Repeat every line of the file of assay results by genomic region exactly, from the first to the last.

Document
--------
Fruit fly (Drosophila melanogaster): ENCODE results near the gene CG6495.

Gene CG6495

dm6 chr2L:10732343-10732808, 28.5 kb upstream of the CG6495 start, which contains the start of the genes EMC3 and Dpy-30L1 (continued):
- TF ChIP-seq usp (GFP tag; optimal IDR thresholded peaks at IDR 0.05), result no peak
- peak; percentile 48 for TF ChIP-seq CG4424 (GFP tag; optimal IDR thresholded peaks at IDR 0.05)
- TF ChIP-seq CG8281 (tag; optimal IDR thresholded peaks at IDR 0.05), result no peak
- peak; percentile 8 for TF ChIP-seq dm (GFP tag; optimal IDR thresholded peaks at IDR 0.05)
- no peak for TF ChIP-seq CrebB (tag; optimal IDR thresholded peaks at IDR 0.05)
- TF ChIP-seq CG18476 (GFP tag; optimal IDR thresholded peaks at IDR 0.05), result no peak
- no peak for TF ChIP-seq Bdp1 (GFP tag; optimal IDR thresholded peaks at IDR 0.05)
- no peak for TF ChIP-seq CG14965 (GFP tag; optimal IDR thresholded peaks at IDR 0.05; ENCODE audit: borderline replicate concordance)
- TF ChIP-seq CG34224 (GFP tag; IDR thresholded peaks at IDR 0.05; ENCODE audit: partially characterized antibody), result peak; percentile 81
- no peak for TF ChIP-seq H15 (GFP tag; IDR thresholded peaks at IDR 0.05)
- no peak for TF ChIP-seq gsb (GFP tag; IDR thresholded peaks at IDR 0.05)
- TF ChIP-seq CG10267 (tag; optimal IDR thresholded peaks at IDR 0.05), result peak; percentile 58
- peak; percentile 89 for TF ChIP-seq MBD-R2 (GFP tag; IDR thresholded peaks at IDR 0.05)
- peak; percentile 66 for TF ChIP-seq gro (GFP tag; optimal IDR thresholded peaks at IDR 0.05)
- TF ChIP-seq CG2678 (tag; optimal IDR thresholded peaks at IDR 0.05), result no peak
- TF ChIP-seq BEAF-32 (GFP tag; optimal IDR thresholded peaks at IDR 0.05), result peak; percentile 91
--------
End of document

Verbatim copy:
Fruit fly (Drosophila melanogaster): ENCODE results near the gene CG6495.

Gene CG6495

dm6 chr2L:10732343-10732808, 28.5 kb upstream of the CG6495 start, which contains the start of the genes EMC3 and Dpy-30L1 (continued):
- TF ChIP-seq usp (GFP tag; optimal IDR thresholded peaks at IDR 0.05), result no peak
- peak; percentile 48 for TF ChIP-seq CG4424 (GFP tag; optimal IDR thresholded peaks at IDR 0.05)
- TF ChIP-seq CG8281 (tag; optimal IDR thresholded peaks at IDR 0.05), result no peak
- peak; percentile 8 for TF ChIP-seq dm (GFP tag; optimal IDR thresholded peaks at IDR 0.05)
- no peak for TF ChIP-seq CrebB (tag; optimal IDR thresholded peaks at IDR 0.05)
- TF ChIP-seq CG18476 (GFP tag; optimal IDR thresholded peaks at IDR 0.05), result no peak
- no peak for TF ChIP-seq Bdp1 (GFP tag; optimal IDR thresholded peaks at IDR 0.05)
- no peak for TF ChIP-seq CG14965 (GFP tag; optimal IDR thresholded peaks at IDR 0.05; ENCODE audit: borderline replicate concordance)
- TF ChIP-seq CG34224 (GFP tag; IDR thresholded peaks at IDR 0.05; ENCODE audit: partially characterized antibody), result peak; percentile 81
- no peak for TF ChIP-seq H15 (GFP tag; IDR thresholded peaks at IDR 0.05)
- no peak for TF ChIP-seq gsb (GFP tag; IDR thresholded peaks at IDR 0.05)
- TF ChIP-seq CG10267 (tag; optimal IDR thresholded peaks at IDR 0.05), result peak; percentile 58
- peak; percentile 89 for TF ChIP-seq MBD-R2 (GFP tag; IDR thresholded peaks at IDR 0.05)
- peak; percentile 66 for TF ChIP-seq gro (GFP tag; optimal IDR thresholded peaks at IDR 0.05)
- TF ChIP-seq CG2678 (tag; optimal IDR thresholded peaks at IDR 0.05), result no peak
- TF ChIP-seq BEAF-32 (GFP tag; optimal IDR thresholded peaks at IDR 0.05), result peak; percentile 91